11/01/2013 10:13 am ET Updated Jan 23, 2014

The College Kid's Guide to Becoming an Entrepreneur (While You're in School!)

During my brief stint in business school, the one thing I remember them teaching me was "if you have an idea, someone's already thought of it. If you do it faster, cheaper, and better, you will succeed." I've had to do plenty of projects "inventing" your own product and carrying out the business plan, but never actually went through with anything. I have a couple of friends -- one an author, one with an organizational solutions company -- who have made their now living -- and I mean LIVING, on their own and everything -- off of their own businesses, and they work their butts off trying to make their small business attract the right customers.

I spoke with Matt from Gemvara about becoming an entrepreneur while still in college, employing your friends, and making your business successful. He started his own custom jewelry business as a junior in college, and Gemvara now has over 50 employees. He broke it down for me by answering some easy, simple questions (because it is that easy, right?)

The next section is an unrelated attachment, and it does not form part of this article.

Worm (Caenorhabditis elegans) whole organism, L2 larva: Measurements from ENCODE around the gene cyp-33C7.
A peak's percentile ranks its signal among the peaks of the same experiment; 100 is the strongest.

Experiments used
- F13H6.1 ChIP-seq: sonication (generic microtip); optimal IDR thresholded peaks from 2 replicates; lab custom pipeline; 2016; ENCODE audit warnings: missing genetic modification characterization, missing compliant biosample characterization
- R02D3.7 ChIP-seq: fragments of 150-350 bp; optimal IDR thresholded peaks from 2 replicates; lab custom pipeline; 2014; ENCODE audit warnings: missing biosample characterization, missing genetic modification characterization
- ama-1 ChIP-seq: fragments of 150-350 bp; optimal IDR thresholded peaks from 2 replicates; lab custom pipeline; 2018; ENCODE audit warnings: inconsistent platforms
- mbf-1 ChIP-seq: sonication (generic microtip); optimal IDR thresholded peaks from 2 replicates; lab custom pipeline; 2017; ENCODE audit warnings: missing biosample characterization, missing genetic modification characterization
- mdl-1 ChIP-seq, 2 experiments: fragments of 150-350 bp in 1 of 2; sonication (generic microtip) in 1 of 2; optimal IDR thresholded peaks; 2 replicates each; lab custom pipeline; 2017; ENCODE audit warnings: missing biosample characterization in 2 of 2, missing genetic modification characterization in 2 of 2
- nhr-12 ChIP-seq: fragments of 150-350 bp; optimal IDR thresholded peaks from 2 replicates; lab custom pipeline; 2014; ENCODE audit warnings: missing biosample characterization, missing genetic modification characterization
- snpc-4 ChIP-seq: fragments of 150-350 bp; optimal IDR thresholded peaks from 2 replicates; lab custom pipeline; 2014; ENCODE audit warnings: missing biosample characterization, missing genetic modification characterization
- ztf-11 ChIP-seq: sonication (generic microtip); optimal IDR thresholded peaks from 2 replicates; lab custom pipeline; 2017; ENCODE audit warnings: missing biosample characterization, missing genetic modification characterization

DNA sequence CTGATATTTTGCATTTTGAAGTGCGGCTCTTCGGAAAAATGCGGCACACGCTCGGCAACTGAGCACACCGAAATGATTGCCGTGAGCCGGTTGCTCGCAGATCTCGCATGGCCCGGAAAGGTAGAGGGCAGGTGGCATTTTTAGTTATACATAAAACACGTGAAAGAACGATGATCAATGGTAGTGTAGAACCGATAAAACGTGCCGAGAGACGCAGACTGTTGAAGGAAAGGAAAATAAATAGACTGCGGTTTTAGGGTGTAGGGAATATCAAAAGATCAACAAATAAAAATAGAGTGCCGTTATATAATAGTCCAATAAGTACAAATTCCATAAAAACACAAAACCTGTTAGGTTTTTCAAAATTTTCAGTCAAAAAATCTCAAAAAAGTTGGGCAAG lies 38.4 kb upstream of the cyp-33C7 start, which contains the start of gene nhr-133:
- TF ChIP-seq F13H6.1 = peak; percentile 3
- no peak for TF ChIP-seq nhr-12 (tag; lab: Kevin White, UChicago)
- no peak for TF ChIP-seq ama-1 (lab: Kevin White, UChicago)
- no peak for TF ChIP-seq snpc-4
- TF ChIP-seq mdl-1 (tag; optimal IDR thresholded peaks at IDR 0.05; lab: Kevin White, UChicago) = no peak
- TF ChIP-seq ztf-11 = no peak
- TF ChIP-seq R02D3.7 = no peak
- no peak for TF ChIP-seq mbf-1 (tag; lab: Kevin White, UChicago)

He gave me some great tips, while sharing his amazing story along the way.

1. Who is your biggest inspiration?

My dad; I was not a model student until my junior year. My father passed away that year, and things all came together for me after that. The lessons he taught me stuck to my core, and he still inspires me today.

2. How did you promote yourself and your business?

A great entrepreneur is self aware enough to know people who have the right answers; I knew my friends who had the right skills and interests, and I built my own personal advisory board. They were the people who helped me build the Gemvara brand.

3. What was your major/minor?

Bachelors in Business Administration, minor in Entrepreneurship.

4. What organizations/clubs were you a part of ? Which do you recommend for college students?

I recommend finding Entrepreneurship clubs, organizations, or the center. I became an intern at the entrepreneurship center, which kept me motivated all through college.

5. What was the toughest part of being an entrepreneur in college?

Everyone you talk to is going to think you're crazy and tell you you're idea won't work. That was the hardest part for me: the loneliness.

6. What book do you recommend college students who want to start their own business to read? what movies to watch?

The Social Network and are great movies to keep you motivated. Also using Twitter as a resource to quickly reference and read up on your audience, as well as beefing up your social media has been great for me, and my business.